Last Updated August 24, 2017
Solar/Wind Permitting Standards
Eligible Renewable/Other Technologies:
In July 2008, New Hampshire enacted legislation designed to prevent municipalities from adopting ordinances or regulations that place unreasonable limits on or hinder the performance of wind energy systems up to 100 kilowatts (kW) in capacity. Such wind turbines must be used primarily to produce energy for on-site consumption. The law identifies several possible restrictions that would be considered unreasonable:
- The outright prohibition of small wind turbines (i.e., wind turbines up to 100 kW) in all districts of a municipality.
- Generic height restrictions that do not specifically address the allowable tower height or system height of small wind turbines.
- Property boundary setback requirements greater than 150% of the system height. Smaller setback requirements are permitted by the adoption of a regulation or through a zoning variance, but the standard setback is set at 150% of the system height if a municipality declines to adopt a specific setback requirement.
- Setting maximum noise limits lower than 55 decibels at the property line or not allowing the limit to be exceeded during short-term events such as power outages or wind storms.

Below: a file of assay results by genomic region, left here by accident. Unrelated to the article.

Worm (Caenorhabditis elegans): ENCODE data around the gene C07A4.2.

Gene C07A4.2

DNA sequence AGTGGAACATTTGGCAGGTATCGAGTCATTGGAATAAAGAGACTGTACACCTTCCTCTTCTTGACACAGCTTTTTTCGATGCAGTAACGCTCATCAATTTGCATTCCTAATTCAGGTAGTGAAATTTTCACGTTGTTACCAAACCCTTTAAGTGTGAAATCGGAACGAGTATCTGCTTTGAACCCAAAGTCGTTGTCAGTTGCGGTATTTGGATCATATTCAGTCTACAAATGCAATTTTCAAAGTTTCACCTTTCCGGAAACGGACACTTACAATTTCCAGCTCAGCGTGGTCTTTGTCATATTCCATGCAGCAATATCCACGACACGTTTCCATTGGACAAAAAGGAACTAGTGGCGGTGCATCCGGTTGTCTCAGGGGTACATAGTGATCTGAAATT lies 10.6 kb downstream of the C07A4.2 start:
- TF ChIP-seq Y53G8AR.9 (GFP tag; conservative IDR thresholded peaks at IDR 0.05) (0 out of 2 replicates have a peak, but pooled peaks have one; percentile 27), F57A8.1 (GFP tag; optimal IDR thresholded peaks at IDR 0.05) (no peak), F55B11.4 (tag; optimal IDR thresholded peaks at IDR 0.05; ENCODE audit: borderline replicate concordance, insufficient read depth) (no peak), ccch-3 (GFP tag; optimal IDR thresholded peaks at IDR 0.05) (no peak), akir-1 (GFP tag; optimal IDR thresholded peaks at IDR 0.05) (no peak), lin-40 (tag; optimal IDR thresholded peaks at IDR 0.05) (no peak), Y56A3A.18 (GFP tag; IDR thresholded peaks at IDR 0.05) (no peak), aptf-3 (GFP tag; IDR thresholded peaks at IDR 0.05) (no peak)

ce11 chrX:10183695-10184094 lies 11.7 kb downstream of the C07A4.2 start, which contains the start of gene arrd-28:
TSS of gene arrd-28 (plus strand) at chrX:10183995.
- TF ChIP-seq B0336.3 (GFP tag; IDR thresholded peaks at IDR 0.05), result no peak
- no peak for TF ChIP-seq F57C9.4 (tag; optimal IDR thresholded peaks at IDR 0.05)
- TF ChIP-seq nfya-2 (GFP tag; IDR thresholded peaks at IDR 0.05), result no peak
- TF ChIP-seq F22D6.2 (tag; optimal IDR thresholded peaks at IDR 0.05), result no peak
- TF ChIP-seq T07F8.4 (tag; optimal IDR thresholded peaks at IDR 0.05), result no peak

- Setting structural or design standards that exceed the applicable state, federal, or international building or electrical codes or laws.
The law requires wind turbines to comply with all Federal Aviation Administration (FAA) regulations and applicable airport zoning regulations. It also includes rules and processes for the removal of out-of-service or abandoned turbines (at the owner’s expense). Finally, it includes a requirement to notify immediate neighbors upon application for a building permit.
The law also required the New Hampshire Office of Energy and Planning to issue a technical bulletin and develop a model ordinance to help guide local municipalities to follow the standards as they develop their own ordinances. The bulletin and model ordinance were published in September 2008.* Municipalities may change the model ordinance as appropriate. Major components of the model ordinance include a procedure for reviewing proposed small wind turbines, standards for reviewing applications for small wind turbines, and abandonment procedures.
* This model ordinance was designed to provide guidance to local governments that want to develop their own siting rules for wind turbines. While it was developed as part of a cooperative effort involving stakeholders and governmental entities, the model itself has no legal or regulatory authority. The standards are required, however.